Mystery-wise the plot doesn't really get going properly until about 100 pages or more in. And I feel like there were a couple of plot holes which is something I don't usually notice, but now can't really remember so phooey to that...

Truthfully, I liked this book easily enough to buy book 2, Dyeing Wishes, for my Kindle. I'm not massively into cosy mysteries but make an exception for this one for capturing me with good characters and a nice sense of humour.

As well as being my last book for the Southern Lit. challenge this book is my first book for the state of Tennessee for my own personal USA one.


Monday, 11 November 2013

Tredegar House - South Wales

I was reminded yesterday that I have photos that I took in August in South Wales that I haven't shared here on my blog yet. So, without further ado, here is the first batch. We stopped off at Tredegar House on the way to spend a few days in and around Cardiff. The house is owned by the National Trust and is situated on the edge of the town of Newport. The NT website is here along with lots of extra information and a slide-show picture thingy.

First a few shots of the garden:

These old greenhouses have a real charm of their own.

I also love old apple trees.

And colourful patches of nasturtiums (and one day I may even learn how to spell them and not have to look it up in the dictionary every time...)

And now a few shots of the house and stables... with nice gates. :-)

The local dalek. Our grandson was with us, aged 6 at the time, he's a very competent reader... good enough to spot and read a sign near the entrance that there was a dalek somewhere in the grounds or house for kids to search for. Of course, we never heard the end of it then... 'Where's the dalek, where's the dalek???' Eventually he found it...

The Lord of the Manor. He wishes... (My husband in case anyone is wondering.)

So that was Tredegar House, a lovely spot, an interesting house and lovely gardens to stroll around.


Wednesday, 6 November 2013

2014 Mount TBR challenge

One thing I suddenly realised - well maybe not as suddenly as all that - this year is that I seem to be concentrating more on reading library books than I do on reading those on my own bookshelves. I sort of understand why. Going to the library once a week is a lovely thing to do... all those books make for a great *free* book fix and there's also the added consideration that if libraries are not used we might lose them. But I also buy books. Not in huge quantities, I will say that, and I also tend to go for the cheapest copy I can find either on Amazon Marketplace or in charity shops. *But* once I buy the book there's this feeling that OK... I now own it and can read it whenever I want. So up on the shelf it goes, and quite often, I'm ashamed to admit, there it stays and off I toddle to the library to pick up something else to read. It's silly. And over the past few weeks I've been thinking that I should try next year to get some of my own books read. I have read some of my own this year. When I counted, out of the 76 books I've read so far this year around 30 were my own, that's less than a half. It's not terrible but I could clearly do a *lot* better and to that end I'm going to have a go at a challenge that will hopefully help me out.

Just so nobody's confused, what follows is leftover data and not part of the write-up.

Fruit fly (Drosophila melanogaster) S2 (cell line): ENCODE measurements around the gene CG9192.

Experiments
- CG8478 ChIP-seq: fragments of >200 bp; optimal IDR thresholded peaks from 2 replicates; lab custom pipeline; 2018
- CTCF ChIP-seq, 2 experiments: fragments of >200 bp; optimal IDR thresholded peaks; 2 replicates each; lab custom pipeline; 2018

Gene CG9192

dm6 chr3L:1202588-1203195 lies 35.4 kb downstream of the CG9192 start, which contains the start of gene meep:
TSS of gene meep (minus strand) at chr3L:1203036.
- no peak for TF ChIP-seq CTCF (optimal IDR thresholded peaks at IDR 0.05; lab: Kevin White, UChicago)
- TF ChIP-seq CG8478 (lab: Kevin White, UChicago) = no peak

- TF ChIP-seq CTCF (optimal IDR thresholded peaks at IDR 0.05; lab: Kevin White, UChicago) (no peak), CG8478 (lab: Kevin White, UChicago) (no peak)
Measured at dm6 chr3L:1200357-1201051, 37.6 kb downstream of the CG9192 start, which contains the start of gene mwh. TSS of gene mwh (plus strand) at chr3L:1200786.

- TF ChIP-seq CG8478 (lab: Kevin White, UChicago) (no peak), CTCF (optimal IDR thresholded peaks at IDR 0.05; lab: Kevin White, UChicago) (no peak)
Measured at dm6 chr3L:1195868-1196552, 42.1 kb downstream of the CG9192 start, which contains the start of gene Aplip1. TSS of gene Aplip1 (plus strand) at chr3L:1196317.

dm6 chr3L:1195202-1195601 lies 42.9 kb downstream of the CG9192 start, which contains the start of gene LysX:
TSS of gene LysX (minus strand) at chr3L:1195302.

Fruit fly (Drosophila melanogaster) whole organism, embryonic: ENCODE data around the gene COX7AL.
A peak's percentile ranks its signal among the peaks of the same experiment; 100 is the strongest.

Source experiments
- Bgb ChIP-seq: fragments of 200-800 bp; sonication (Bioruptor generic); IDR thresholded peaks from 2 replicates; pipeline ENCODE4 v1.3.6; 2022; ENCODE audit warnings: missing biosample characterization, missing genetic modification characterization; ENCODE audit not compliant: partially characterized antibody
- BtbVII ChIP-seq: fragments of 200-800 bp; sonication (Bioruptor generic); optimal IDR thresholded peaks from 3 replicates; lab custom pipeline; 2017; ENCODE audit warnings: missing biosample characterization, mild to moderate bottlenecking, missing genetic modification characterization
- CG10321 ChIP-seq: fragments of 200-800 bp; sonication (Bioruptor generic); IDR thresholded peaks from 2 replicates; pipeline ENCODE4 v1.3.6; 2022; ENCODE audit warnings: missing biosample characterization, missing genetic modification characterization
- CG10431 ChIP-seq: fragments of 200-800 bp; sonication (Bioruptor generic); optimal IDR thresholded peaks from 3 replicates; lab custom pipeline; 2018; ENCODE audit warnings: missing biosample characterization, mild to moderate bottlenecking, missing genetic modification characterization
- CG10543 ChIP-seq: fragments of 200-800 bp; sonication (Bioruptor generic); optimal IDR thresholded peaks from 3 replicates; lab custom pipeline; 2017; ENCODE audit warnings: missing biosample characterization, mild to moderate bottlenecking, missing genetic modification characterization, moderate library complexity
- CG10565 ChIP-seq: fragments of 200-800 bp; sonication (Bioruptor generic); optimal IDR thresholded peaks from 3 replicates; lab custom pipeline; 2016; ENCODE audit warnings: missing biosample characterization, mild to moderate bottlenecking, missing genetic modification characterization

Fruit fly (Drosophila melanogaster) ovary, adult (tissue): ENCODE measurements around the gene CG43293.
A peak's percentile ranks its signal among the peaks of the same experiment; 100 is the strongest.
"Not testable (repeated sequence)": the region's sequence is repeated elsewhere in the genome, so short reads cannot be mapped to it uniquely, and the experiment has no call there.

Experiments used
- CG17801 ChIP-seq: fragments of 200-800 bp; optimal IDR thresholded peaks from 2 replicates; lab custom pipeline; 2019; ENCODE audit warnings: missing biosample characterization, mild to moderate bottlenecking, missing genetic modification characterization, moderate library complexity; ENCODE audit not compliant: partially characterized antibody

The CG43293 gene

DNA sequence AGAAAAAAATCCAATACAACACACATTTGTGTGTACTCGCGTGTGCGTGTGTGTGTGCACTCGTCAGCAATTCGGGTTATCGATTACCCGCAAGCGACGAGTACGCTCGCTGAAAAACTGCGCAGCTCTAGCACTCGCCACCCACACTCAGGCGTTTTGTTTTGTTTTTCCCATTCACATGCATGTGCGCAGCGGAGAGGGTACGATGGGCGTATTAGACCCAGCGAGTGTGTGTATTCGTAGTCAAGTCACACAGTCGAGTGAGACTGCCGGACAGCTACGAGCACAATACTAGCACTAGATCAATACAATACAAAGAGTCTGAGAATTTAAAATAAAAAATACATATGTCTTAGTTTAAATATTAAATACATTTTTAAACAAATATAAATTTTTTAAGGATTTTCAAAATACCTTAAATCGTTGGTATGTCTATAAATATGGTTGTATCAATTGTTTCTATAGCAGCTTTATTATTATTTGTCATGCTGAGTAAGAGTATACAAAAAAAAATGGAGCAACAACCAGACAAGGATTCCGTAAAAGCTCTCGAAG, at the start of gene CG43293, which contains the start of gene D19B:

The challenge is the Mount TBR challenge, 2014 and it's being hosted by Bev at My Reader's Block.

These are the challenge levels:

Pike's Peak: Read 12 books from your TBR pile/s
Mount Blanc: Read 24 books from your TBR pile/s
Mt. Vancouver: Read 36 books from your TBR pile/s
Mt. Ararat: Read 48 books from your TBR piles/s
Mt. Kilimanjaro: Read 60 books from your TBR pile/s
El Toro: Read 75 books from your TBR pile/s
Mt. Everest: Read 100 books from your TBR pile/s
Mount Olympus (Mars): Read 150+ books from your TBR pile/s

And the rules:

*Once you choose your challenge level, you are locked in for at least that many books. If you find that you're on a mountain-climbing roll and want to tackle a taller mountain, then you are certainly welcome to upgrade. All books counted for lower mountains may carry over towards the new peak.

*Challenge runs from January 1 to December 31, 2014.

*You may sign up anytime from now until November 30th, 2014.

*Books must be owned by you prior to January 1, 2014. No ARCs (none), no library books. No rereads. [To clarify--based on a question raised last year--the intention is to reduce the stack of books that you have bought for yourself or received as presents {birthday, Christmas, "just because," etc.}. Audiobooks and E-books may count if they are yours and they are one of your primary sources of backlogged books.]